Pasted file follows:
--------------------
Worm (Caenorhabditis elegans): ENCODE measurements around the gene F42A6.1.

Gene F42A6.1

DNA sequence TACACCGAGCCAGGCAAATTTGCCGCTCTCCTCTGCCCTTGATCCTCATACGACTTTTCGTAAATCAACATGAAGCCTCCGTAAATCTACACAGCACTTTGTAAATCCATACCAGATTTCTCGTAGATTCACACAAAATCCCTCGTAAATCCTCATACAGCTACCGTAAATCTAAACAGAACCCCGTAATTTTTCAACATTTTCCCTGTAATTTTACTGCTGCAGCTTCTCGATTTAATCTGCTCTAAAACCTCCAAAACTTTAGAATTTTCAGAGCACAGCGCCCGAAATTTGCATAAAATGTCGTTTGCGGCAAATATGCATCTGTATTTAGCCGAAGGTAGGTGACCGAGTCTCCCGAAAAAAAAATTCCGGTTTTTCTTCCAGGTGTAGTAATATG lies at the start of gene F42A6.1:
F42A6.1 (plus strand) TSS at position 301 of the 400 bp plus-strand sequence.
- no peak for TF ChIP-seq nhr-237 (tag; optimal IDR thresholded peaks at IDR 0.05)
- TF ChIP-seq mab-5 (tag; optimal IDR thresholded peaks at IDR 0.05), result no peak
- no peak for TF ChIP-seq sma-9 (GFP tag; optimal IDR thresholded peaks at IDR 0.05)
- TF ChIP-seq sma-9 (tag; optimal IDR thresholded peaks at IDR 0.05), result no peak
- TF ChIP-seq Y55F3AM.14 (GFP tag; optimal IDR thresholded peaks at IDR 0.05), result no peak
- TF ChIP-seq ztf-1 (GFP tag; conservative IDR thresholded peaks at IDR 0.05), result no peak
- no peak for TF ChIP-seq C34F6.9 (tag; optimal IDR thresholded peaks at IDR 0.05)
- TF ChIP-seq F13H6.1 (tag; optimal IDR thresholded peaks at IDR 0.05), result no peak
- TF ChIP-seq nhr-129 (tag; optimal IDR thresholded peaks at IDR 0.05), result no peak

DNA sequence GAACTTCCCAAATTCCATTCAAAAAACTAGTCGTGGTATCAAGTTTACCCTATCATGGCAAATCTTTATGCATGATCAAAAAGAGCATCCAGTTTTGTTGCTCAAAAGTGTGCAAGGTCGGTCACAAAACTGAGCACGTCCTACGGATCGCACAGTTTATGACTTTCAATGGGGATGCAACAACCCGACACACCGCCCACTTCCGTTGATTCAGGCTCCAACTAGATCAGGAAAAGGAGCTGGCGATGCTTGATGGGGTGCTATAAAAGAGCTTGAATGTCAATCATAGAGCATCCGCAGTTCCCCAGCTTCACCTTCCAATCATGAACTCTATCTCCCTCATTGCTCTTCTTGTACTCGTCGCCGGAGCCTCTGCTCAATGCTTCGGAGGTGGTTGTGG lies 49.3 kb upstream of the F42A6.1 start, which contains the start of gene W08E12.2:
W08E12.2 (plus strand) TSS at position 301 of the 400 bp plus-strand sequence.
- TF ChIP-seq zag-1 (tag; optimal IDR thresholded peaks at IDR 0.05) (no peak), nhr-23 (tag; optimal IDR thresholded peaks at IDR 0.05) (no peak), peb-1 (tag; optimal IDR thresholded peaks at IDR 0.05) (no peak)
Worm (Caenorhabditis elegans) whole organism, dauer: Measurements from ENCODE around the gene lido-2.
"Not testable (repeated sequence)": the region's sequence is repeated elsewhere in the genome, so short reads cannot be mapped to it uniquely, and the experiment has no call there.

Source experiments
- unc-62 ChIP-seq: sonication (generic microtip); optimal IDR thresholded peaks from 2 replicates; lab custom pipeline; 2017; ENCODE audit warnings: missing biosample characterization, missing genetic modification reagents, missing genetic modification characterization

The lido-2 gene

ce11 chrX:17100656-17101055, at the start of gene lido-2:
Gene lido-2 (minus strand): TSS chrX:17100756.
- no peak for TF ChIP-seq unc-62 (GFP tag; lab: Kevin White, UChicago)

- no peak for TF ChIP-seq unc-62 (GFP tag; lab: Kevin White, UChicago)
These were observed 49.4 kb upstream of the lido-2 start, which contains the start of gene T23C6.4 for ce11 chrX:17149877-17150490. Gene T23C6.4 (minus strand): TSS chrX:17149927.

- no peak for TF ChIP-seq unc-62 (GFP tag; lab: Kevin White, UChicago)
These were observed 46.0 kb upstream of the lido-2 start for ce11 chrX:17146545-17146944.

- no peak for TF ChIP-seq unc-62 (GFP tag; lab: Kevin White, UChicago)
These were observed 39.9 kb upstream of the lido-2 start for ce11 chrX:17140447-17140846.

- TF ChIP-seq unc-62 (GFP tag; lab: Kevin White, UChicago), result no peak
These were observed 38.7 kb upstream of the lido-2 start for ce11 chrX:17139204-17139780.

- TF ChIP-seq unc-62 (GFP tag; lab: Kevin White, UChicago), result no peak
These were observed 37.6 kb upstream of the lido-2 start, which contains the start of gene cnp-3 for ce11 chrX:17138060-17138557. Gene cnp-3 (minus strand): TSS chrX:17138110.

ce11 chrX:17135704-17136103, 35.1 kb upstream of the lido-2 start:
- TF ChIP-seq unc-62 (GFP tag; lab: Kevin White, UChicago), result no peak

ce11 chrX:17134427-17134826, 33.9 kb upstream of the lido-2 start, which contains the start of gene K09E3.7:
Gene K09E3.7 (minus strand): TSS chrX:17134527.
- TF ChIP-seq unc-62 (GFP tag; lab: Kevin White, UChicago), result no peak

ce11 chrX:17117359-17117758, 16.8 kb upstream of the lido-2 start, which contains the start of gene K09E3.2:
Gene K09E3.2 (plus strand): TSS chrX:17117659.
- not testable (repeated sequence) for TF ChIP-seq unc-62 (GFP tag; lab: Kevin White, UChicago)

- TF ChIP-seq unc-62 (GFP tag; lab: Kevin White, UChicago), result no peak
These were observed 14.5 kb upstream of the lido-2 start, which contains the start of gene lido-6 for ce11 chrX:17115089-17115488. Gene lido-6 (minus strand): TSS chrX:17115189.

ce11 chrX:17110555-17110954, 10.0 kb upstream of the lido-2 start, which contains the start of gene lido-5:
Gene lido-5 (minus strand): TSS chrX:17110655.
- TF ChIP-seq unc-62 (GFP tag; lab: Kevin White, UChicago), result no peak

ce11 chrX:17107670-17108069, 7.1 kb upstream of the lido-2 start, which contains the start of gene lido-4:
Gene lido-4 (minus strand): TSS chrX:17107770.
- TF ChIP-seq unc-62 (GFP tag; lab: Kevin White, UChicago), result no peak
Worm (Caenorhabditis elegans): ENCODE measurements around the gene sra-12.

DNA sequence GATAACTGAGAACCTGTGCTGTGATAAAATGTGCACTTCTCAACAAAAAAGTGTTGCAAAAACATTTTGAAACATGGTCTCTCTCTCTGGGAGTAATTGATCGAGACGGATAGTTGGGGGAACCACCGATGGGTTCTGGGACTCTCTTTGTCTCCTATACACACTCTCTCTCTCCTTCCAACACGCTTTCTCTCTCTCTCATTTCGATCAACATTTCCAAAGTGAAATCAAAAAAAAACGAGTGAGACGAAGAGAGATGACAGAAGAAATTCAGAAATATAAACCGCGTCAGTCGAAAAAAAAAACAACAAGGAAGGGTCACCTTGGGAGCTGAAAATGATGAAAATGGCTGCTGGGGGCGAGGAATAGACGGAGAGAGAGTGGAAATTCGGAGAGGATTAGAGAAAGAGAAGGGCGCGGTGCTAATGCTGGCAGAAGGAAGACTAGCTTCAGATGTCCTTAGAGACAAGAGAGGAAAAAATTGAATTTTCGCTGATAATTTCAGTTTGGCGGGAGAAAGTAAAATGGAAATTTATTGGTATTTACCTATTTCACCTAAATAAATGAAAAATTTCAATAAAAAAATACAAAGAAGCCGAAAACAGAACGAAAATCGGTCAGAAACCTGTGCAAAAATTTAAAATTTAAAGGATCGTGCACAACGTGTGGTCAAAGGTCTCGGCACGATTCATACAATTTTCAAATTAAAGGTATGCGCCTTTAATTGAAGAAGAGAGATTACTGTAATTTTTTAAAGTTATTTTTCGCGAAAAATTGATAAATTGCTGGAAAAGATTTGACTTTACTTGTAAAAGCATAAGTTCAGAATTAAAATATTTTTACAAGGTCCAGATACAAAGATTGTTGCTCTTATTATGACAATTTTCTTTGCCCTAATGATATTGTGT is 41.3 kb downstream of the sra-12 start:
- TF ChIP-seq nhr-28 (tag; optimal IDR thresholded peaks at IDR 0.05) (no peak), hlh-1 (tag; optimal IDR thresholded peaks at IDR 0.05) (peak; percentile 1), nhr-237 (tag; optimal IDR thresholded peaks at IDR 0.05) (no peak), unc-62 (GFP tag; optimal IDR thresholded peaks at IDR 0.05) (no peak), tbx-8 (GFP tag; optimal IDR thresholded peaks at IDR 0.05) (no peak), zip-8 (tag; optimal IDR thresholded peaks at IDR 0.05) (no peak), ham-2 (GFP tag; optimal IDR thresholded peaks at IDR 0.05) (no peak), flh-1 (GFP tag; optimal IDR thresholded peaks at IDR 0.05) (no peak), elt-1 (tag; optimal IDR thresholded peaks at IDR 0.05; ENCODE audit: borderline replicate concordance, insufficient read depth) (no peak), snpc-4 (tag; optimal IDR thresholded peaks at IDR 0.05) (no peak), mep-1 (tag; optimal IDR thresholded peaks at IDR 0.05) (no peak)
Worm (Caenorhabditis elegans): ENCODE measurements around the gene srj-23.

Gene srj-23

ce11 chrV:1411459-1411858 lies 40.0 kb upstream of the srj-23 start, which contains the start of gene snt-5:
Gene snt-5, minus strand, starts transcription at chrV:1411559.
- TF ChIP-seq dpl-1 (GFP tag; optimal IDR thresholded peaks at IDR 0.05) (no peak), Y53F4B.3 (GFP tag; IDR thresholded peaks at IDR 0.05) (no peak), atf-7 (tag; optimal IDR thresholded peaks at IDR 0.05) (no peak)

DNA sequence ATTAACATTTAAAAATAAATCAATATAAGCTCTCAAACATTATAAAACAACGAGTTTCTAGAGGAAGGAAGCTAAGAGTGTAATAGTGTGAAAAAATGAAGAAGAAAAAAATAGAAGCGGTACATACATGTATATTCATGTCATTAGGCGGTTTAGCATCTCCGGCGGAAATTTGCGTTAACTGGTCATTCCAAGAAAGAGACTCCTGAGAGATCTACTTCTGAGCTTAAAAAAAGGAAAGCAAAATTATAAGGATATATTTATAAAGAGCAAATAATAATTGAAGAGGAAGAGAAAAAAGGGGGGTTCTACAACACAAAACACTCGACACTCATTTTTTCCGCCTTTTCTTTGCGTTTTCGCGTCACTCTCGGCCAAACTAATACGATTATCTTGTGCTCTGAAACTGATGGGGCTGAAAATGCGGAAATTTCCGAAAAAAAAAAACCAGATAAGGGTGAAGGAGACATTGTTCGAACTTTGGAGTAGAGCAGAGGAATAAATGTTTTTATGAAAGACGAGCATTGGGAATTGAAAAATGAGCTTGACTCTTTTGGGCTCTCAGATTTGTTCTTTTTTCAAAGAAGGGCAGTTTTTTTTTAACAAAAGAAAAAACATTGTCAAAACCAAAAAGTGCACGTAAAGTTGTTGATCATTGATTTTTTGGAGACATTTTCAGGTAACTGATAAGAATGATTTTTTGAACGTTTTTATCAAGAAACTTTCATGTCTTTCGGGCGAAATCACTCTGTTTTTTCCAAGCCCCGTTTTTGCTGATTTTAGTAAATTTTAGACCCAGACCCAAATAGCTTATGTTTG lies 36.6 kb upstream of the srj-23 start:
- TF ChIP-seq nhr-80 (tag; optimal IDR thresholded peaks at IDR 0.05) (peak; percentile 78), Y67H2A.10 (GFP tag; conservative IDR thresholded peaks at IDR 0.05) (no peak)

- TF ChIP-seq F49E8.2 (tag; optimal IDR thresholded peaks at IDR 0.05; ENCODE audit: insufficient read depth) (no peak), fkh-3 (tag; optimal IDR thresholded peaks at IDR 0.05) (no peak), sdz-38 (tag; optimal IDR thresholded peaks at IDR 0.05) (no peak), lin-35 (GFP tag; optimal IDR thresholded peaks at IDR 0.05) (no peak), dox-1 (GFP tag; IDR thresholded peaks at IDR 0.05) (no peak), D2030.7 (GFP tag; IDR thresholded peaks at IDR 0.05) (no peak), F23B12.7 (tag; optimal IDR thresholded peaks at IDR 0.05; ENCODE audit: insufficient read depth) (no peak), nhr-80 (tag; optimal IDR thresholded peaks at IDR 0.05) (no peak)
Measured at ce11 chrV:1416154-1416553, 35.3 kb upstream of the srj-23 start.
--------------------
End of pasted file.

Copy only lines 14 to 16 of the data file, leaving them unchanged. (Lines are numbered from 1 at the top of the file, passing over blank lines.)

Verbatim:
DNA sequence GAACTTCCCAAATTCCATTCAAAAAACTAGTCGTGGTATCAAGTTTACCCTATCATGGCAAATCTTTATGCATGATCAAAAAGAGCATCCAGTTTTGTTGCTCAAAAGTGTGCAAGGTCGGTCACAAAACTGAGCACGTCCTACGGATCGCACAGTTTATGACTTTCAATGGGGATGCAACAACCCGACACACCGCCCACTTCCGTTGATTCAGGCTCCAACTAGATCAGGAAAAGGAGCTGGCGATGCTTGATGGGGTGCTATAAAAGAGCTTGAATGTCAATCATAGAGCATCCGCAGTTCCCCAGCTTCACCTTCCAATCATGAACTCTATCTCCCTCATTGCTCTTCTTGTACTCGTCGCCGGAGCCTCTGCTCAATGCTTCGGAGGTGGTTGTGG lies 49.3 kb upstream of the F42A6.1 start, which contains the start of gene W08E12.2:
W08E12.2 (plus strand) TSS at position 301 of the 400 bp plus-strand sequence.
- TF ChIP-seq zag-1 (tag; optimal IDR thresholded peaks at IDR 0.05) (no peak), nhr-23 (tag; optimal IDR thresholded peaks at IDR 0.05) (no peak), peb-1 (tag; optimal IDR thresholded peaks at IDR 0.05) (no peak)